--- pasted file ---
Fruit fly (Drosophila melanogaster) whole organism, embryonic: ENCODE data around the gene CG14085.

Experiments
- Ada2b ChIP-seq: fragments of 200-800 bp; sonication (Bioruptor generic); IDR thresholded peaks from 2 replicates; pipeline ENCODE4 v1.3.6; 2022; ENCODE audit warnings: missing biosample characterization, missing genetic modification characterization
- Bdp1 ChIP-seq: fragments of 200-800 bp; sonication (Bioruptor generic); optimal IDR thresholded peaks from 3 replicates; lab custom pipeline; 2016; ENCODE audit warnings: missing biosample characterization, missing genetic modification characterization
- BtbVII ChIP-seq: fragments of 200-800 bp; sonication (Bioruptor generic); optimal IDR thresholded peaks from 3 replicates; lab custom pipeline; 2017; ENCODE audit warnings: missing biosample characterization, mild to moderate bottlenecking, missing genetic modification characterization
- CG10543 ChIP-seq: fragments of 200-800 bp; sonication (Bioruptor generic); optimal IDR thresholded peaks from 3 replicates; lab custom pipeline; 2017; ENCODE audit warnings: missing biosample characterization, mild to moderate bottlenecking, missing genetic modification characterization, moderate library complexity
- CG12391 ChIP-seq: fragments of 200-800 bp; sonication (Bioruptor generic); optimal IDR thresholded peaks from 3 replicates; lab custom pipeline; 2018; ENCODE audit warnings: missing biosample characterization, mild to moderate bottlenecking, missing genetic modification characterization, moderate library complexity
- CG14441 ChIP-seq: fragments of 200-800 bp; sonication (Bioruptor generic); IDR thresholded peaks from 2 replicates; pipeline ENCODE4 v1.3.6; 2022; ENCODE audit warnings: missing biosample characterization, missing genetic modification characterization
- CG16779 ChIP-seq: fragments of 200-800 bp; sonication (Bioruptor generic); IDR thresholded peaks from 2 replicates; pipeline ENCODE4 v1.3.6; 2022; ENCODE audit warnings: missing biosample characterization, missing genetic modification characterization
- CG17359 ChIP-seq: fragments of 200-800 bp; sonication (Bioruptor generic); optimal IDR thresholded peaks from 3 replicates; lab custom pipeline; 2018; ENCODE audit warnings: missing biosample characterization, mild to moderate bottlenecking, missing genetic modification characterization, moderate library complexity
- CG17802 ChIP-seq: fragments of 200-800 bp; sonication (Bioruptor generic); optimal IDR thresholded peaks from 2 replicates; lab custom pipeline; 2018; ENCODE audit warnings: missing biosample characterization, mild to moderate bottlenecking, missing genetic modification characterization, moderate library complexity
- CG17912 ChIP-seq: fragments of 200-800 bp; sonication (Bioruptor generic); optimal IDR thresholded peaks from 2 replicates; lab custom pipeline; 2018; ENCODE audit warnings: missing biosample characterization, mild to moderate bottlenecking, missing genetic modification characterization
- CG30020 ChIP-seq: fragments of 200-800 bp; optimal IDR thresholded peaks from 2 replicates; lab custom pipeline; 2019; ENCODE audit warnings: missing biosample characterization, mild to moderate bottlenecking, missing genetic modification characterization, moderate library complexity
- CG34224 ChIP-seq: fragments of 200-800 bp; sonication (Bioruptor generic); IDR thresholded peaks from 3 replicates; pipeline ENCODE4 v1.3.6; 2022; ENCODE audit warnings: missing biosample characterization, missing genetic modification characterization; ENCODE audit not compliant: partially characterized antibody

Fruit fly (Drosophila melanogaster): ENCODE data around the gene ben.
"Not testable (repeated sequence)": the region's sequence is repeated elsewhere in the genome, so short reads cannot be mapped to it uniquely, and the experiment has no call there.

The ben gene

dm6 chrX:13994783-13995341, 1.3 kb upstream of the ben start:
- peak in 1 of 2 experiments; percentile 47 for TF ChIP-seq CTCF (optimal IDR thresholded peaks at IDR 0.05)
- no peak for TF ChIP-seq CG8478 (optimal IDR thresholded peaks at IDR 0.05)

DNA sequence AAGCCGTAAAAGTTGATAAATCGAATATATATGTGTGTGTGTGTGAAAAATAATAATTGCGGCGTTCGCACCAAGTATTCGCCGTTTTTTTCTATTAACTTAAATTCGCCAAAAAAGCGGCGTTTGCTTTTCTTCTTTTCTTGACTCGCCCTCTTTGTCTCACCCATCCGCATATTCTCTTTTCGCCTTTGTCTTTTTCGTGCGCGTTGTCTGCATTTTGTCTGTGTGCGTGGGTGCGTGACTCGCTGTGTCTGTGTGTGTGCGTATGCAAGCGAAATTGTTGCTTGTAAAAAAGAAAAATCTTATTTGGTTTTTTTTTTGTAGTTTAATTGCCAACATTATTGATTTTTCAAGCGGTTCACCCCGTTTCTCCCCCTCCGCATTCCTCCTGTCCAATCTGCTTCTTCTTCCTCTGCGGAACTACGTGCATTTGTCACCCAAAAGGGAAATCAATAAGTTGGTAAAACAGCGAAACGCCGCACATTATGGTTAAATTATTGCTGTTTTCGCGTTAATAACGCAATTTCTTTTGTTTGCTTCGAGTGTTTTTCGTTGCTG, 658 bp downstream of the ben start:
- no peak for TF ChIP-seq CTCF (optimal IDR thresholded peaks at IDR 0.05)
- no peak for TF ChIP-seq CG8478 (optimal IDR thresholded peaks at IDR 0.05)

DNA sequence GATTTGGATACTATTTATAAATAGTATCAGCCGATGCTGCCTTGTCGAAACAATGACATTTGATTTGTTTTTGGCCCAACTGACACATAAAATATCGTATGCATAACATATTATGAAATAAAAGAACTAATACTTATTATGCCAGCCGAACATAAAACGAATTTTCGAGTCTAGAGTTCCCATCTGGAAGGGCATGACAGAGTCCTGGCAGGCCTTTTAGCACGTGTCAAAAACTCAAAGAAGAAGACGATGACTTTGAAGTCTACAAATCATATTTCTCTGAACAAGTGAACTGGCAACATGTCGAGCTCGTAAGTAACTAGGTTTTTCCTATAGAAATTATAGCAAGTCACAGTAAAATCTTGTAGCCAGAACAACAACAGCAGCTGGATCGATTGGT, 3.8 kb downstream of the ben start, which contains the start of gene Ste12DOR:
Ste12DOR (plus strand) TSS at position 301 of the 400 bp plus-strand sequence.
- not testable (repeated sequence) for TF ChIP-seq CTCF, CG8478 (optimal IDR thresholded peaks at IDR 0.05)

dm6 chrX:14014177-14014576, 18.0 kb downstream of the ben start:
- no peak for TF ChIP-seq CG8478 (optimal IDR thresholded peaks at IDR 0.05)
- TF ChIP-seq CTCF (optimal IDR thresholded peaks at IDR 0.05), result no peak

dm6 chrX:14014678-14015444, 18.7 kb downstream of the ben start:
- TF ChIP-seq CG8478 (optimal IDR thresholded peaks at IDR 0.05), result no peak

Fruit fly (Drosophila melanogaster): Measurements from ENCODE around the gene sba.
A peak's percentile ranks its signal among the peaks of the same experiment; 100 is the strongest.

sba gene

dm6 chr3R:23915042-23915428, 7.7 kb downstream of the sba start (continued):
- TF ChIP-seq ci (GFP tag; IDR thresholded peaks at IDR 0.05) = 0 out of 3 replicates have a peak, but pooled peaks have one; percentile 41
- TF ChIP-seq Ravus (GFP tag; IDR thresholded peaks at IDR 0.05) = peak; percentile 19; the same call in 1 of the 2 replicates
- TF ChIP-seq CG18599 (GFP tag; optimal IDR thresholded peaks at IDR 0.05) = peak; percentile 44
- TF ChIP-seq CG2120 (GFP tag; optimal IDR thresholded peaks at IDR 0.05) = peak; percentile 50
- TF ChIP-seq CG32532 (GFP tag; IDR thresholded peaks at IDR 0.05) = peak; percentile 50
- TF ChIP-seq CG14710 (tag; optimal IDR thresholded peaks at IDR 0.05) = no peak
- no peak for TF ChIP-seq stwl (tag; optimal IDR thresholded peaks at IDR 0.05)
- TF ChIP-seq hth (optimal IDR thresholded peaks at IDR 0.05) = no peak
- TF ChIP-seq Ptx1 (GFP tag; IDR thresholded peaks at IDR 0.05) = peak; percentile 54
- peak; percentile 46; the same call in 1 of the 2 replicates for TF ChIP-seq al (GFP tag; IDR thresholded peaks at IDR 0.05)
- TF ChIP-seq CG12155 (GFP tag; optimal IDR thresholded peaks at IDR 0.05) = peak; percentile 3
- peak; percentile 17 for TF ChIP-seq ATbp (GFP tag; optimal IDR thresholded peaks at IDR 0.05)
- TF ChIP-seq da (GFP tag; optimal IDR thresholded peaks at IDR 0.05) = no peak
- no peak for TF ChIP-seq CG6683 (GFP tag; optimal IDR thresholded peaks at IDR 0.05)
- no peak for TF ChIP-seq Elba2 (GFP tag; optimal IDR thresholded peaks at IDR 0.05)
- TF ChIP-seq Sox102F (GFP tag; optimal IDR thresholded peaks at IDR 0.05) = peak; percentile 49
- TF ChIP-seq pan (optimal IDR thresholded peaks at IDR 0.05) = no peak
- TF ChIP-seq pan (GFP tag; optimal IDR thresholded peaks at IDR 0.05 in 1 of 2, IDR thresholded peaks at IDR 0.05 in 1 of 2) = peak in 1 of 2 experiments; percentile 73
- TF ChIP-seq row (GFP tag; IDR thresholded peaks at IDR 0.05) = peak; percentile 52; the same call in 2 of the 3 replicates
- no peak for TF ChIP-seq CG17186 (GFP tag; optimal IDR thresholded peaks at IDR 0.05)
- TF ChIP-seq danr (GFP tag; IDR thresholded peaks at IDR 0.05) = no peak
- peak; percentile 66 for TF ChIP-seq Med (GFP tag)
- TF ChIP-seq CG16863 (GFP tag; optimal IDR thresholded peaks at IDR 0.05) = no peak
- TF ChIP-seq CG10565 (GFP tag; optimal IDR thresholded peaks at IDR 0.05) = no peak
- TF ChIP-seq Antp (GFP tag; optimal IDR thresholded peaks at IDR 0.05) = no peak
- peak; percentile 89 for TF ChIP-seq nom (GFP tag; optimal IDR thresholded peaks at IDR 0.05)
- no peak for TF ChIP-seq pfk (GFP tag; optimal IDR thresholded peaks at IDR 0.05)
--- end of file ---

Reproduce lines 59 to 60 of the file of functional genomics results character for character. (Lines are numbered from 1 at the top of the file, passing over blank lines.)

- TF ChIP-seq CG10565 (GFP tag; optimal IDR thresholded peaks at IDR 0.05) = no peak
- TF ChIP-seq Antp (GFP tag; optimal IDR thresholded peaks at IDR 0.05) = no peak